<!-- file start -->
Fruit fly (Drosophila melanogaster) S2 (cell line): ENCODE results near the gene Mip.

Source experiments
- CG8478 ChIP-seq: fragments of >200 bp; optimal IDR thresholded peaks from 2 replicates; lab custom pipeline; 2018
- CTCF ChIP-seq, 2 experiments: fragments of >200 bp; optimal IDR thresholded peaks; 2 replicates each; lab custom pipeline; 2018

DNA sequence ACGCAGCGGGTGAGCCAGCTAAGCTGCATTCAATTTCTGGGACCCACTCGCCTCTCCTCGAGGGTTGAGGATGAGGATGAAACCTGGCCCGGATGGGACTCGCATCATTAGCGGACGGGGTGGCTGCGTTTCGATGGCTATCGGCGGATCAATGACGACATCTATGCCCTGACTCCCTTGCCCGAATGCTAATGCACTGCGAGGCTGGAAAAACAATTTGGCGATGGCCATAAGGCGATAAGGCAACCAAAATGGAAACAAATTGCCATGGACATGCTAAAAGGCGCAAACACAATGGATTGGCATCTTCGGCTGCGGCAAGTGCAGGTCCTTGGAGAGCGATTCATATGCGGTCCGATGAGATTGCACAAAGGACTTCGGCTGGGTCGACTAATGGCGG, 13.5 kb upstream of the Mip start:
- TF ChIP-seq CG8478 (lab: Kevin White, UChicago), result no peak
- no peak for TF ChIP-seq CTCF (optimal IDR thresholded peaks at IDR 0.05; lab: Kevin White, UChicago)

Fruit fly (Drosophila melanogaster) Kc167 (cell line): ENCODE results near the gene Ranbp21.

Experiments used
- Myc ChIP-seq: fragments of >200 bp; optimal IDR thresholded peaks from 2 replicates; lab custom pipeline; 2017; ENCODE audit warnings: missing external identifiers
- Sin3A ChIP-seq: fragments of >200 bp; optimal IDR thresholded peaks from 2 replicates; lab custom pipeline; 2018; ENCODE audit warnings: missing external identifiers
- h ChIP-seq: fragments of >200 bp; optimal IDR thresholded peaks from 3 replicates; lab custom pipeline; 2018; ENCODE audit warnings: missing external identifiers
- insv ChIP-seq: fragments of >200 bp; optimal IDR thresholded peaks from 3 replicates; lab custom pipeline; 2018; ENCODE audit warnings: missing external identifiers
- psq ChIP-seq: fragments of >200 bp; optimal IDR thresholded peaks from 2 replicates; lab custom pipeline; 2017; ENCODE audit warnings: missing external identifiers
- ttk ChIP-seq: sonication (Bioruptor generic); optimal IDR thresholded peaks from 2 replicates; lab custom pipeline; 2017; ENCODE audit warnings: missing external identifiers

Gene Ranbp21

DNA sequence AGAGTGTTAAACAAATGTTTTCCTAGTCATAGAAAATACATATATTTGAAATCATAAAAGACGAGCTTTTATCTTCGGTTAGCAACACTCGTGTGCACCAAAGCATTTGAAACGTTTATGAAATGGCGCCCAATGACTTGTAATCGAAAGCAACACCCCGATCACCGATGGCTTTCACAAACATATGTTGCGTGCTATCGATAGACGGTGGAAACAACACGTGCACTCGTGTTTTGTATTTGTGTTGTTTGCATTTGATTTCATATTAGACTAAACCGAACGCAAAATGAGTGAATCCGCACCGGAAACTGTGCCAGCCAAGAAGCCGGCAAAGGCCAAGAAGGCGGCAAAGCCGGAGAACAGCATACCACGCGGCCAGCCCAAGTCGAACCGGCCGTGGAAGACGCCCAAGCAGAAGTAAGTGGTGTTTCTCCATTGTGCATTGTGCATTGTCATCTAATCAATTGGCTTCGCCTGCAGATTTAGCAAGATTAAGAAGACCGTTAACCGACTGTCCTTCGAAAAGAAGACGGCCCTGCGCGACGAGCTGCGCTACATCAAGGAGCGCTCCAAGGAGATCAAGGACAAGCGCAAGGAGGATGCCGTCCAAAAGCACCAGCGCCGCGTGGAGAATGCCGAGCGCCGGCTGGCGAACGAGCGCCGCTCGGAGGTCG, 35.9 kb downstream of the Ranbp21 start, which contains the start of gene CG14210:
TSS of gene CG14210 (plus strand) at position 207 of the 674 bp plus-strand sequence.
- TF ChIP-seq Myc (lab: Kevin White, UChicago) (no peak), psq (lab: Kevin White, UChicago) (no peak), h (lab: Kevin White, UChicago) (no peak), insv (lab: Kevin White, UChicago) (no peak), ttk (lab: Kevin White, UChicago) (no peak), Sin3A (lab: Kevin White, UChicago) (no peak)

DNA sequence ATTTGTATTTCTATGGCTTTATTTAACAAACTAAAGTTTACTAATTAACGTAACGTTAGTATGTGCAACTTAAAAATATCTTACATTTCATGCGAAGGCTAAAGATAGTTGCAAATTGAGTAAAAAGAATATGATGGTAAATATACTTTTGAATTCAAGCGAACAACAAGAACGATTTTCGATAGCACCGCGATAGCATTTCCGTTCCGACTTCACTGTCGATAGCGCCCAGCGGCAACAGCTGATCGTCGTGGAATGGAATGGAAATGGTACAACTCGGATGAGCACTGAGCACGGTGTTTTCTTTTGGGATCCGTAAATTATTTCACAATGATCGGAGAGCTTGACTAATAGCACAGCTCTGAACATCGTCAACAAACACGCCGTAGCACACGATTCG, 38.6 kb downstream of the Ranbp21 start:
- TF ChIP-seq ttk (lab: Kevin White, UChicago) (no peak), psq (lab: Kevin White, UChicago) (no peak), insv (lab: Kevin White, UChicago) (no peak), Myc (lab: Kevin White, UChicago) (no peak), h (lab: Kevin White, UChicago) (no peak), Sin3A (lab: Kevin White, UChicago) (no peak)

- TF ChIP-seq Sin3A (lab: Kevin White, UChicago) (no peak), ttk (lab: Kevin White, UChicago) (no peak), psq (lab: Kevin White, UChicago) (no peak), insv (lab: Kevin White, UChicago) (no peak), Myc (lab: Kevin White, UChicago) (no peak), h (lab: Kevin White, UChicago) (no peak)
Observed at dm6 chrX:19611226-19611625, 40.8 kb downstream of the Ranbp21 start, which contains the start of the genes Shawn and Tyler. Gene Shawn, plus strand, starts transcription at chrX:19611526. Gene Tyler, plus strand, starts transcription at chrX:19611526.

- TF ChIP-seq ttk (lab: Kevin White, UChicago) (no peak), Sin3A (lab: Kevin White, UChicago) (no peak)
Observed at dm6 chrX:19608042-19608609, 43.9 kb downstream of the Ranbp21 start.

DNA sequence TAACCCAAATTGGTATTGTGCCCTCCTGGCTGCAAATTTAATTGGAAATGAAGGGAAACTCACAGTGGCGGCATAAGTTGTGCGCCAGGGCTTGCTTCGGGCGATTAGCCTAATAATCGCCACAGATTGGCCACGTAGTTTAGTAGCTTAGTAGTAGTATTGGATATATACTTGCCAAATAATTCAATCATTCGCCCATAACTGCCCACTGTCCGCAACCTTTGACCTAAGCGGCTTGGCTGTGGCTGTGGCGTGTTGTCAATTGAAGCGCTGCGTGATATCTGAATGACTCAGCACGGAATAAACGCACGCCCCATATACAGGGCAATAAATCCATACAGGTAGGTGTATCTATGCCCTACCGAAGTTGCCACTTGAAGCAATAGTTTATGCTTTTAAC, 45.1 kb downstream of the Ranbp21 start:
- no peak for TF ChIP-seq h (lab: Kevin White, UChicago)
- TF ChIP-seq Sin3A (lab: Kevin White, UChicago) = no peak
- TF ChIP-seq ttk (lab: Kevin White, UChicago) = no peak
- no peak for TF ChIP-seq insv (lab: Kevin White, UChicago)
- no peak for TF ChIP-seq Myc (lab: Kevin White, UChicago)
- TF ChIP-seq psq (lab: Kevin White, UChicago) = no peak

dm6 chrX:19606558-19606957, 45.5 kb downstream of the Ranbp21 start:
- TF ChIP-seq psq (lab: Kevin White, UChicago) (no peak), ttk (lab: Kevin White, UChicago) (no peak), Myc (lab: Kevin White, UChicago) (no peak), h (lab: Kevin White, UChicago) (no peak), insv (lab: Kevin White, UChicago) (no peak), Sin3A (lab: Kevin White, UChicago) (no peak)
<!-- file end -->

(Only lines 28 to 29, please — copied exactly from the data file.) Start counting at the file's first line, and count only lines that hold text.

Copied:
- TF ChIP-seq Sin3A (lab: Kevin White, UChicago) = no peak
- TF ChIP-seq ttk (lab: Kevin White, UChicago) = no peak